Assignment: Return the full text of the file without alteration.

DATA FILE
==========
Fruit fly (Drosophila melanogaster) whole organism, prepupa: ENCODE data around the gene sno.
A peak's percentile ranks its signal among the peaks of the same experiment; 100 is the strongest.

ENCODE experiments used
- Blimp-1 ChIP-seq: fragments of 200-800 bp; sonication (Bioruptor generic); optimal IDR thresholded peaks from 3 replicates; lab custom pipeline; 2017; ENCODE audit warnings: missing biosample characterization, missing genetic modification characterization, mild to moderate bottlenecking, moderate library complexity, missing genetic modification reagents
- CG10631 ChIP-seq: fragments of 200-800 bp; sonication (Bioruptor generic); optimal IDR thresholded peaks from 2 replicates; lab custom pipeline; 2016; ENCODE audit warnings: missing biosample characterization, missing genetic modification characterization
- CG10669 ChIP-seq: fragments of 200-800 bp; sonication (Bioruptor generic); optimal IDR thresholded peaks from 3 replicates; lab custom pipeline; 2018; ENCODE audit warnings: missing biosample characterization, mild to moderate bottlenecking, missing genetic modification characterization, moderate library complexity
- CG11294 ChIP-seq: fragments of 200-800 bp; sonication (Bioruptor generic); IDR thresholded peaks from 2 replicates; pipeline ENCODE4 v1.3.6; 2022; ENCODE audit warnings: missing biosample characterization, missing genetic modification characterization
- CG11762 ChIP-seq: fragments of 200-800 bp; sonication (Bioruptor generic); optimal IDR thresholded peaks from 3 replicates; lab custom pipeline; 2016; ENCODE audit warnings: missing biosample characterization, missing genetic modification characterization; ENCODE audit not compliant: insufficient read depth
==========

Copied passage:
Fruit fly (Drosophila melanogaster) whole organism, prepupa: ENCODE data around the gene sno.
A peak's percentile ranks its signal among the peaks of the same experiment; 100 is the strongest.

ENCODE experiments used
- Blimp-1 ChIP-seq: fragments of 200-800 bp; sonication (Bioruptor generic); optimal IDR thresholded peaks from 3 replicates; lab custom pipeline; 2017; ENCODE audit warnings: missing biosample characterization, missing genetic modification characterization, mild to moderate bottlenecking, moderate library complexity, missing genetic modification reagents
- CG10631 ChIP-seq: fragments of 200-800 bp; sonication (Bioruptor generic); optimal IDR thresholded peaks from 2 replicates; lab custom pipeline; 2016; ENCODE audit warnings: missing biosample characterization, missing genetic modification characterization
- CG10669 ChIP-seq: fragments of 200-800 bp; sonication (Bioruptor generic); optimal IDR thresholded peaks from 3 replicates; lab custom pipeline; 2018; ENCODE audit warnings: missing biosample characterization, mild to moderate bottlenecking, missing genetic modification characterization, moderate library complexity
- CG11294 ChIP-seq: fragments of 200-800 bp; sonication (Bioruptor generic); IDR thresholded peaks from 2 replicates; pipeline ENCODE4 v1.3.6; 2022; ENCODE audit warnings: missing biosample characterization, missing genetic modification characterization
- CG11762 ChIP-seq: fragments of 200-800 bp; sonication (Bioruptor generic); optimal IDR thresholded peaks from 3 replicates; lab custom pipeline; 2016; ENCODE audit warnings: missing biosample characterization, missing genetic modification characterization; ENCODE audit not compliant: insufficient read depth